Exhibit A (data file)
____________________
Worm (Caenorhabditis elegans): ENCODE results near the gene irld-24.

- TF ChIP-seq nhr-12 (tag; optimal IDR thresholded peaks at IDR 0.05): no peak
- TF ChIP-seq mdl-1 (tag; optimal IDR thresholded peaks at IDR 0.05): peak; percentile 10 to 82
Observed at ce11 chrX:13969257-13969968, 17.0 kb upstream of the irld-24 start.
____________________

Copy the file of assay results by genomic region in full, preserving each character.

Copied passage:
Worm (Caenorhabditis elegans): ENCODE results near the gene irld-24.

- TF ChIP-seq nhr-12 (tag; optimal IDR thresholded peaks at IDR 0.05): no peak
- TF ChIP-seq mdl-1 (tag; optimal IDR thresholded peaks at IDR 0.05): peak; percentile 10 to 82
Observed at ce11 chrX:13969257-13969968, 17.0 kb upstream of the irld-24 start.